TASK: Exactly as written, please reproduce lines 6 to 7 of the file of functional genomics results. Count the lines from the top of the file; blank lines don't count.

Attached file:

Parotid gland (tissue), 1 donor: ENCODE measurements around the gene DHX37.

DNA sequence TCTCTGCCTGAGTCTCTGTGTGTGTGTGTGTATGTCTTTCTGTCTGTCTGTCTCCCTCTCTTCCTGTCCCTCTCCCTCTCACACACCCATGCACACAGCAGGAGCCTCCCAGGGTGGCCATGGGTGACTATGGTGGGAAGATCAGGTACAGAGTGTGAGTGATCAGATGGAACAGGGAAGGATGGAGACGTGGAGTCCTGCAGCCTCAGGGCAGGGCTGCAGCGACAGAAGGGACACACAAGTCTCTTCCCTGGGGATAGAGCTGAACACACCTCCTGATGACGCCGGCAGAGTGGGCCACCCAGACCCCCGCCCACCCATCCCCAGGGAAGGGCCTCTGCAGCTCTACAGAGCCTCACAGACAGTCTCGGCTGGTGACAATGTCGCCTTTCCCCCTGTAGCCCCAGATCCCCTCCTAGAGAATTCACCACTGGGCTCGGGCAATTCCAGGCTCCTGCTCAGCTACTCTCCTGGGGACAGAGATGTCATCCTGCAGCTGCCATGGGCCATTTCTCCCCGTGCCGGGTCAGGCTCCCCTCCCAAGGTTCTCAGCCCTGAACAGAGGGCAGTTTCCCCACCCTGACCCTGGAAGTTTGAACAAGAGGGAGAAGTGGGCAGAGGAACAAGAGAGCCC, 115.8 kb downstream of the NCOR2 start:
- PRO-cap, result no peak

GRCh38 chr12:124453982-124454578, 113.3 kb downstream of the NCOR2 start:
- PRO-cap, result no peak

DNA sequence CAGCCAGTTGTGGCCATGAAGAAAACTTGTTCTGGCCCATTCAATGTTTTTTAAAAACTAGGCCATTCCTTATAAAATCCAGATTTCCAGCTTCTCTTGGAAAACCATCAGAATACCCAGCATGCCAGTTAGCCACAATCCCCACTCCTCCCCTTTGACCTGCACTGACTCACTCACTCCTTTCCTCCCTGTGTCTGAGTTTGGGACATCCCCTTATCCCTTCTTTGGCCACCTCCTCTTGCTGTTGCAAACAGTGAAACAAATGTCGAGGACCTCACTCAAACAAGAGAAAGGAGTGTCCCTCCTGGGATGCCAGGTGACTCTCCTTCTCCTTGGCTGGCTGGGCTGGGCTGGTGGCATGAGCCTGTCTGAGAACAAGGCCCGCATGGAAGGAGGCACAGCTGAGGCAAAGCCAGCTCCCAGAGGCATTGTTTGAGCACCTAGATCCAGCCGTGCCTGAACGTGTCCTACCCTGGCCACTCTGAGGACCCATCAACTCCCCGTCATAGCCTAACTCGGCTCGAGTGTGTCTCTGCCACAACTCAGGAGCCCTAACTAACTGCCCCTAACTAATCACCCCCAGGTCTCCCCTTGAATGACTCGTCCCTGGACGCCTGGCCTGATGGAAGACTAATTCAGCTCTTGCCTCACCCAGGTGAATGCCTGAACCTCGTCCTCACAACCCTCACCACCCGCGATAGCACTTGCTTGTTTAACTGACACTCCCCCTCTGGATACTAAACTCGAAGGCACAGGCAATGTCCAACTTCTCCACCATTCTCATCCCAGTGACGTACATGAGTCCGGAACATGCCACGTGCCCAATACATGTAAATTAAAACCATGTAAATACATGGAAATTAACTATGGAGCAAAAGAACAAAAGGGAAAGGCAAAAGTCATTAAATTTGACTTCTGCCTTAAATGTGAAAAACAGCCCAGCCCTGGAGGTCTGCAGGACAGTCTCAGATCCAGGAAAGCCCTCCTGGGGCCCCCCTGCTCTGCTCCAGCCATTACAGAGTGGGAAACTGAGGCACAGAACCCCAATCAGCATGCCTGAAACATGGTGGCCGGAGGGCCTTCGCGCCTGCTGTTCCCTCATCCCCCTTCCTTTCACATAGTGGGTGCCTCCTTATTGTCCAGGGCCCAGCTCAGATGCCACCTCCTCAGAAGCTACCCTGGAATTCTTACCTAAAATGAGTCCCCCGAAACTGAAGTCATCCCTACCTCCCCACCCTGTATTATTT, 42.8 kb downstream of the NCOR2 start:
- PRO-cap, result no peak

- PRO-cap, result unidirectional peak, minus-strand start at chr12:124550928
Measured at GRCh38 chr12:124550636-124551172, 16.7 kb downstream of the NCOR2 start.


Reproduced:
DNA sequence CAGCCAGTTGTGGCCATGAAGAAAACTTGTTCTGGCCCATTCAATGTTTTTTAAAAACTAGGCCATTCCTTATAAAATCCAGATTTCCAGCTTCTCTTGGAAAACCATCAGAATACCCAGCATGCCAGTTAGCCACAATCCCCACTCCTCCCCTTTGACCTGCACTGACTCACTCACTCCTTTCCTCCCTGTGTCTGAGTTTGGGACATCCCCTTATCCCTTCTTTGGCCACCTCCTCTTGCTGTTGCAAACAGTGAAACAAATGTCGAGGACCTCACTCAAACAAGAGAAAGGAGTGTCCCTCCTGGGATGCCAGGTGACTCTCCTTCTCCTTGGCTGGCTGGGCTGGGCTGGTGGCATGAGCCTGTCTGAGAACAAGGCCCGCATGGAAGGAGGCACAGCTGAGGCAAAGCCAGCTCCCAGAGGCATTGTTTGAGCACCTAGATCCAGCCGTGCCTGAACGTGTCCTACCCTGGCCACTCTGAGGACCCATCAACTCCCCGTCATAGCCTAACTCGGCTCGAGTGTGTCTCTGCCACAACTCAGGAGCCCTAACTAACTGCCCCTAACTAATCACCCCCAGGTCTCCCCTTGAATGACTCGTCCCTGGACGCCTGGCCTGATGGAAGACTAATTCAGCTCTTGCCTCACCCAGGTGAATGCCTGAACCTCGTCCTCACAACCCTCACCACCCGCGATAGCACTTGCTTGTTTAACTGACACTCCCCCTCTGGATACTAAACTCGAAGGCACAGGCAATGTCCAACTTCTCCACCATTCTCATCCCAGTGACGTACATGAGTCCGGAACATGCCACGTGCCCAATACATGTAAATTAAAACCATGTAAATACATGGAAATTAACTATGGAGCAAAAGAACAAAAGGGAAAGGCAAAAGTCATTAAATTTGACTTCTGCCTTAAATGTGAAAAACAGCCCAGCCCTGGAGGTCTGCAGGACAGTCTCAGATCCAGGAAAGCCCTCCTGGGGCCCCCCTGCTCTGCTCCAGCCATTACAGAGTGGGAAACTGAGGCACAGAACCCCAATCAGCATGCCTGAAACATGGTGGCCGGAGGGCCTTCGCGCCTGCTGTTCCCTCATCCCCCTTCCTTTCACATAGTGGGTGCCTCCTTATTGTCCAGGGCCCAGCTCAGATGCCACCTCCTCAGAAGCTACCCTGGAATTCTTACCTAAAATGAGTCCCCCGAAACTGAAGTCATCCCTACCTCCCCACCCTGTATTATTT, 42.8 kb downstream of the NCOR2 start:
- PRO-cap, result no peak